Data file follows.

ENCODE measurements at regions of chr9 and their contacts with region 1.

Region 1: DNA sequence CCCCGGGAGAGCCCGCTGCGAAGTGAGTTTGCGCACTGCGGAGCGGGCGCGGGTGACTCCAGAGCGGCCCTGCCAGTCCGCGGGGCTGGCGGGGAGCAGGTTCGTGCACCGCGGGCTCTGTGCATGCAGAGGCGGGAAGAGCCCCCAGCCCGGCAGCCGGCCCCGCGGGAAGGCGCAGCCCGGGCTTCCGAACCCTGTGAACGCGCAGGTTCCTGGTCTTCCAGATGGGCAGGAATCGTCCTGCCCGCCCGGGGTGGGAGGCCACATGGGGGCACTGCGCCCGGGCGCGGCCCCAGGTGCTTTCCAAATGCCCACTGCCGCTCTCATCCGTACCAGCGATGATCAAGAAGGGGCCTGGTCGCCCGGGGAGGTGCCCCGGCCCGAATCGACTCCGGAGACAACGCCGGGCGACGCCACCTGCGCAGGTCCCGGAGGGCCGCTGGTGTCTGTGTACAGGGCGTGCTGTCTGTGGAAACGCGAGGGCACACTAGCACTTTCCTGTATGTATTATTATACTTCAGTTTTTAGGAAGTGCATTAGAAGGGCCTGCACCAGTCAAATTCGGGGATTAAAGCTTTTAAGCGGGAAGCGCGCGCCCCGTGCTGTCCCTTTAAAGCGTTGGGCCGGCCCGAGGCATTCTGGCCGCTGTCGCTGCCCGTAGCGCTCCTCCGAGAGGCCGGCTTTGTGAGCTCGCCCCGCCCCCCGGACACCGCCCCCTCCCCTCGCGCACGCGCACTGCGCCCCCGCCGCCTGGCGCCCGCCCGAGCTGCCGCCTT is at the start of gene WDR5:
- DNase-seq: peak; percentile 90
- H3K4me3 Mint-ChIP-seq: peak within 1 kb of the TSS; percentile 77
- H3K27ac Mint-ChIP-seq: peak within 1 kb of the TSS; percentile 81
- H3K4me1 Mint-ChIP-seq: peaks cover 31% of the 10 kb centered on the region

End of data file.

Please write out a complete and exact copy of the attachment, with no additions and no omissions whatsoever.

ENCODE measurements at regions of chr9 and their contacts with region 1.

Region 1: DNA sequence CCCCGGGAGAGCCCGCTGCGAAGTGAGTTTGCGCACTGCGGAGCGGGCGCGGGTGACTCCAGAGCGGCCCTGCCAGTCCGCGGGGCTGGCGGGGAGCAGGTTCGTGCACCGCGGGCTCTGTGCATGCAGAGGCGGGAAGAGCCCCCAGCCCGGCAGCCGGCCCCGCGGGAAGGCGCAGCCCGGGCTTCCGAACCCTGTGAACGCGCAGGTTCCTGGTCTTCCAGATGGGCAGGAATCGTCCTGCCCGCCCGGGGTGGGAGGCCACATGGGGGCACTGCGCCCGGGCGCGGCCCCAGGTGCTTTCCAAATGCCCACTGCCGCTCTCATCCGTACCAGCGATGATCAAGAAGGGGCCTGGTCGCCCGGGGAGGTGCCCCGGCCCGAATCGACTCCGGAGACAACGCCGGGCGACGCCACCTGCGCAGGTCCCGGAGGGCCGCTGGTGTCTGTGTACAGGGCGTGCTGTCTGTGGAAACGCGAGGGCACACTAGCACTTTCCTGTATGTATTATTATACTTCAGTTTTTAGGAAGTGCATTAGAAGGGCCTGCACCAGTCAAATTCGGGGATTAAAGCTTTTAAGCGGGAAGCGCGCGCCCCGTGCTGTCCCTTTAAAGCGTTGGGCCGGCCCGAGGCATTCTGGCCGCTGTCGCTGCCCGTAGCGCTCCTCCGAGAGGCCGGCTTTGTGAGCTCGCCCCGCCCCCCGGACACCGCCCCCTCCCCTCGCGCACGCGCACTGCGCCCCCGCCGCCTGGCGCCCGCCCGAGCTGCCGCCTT is at the start of gene WDR5:
- DNase-seq: peak; percentile 90
- H3K4me3 Mint-ChIP-seq: peak within 1 kb of the TSS; percentile 77
- H3K27ac Mint-ChIP-seq: peak within 1 kb of the TSS; percentile 81
- H3K4me1 Mint-ChIP-seq: peaks cover 31% of the 10 kb centered on the region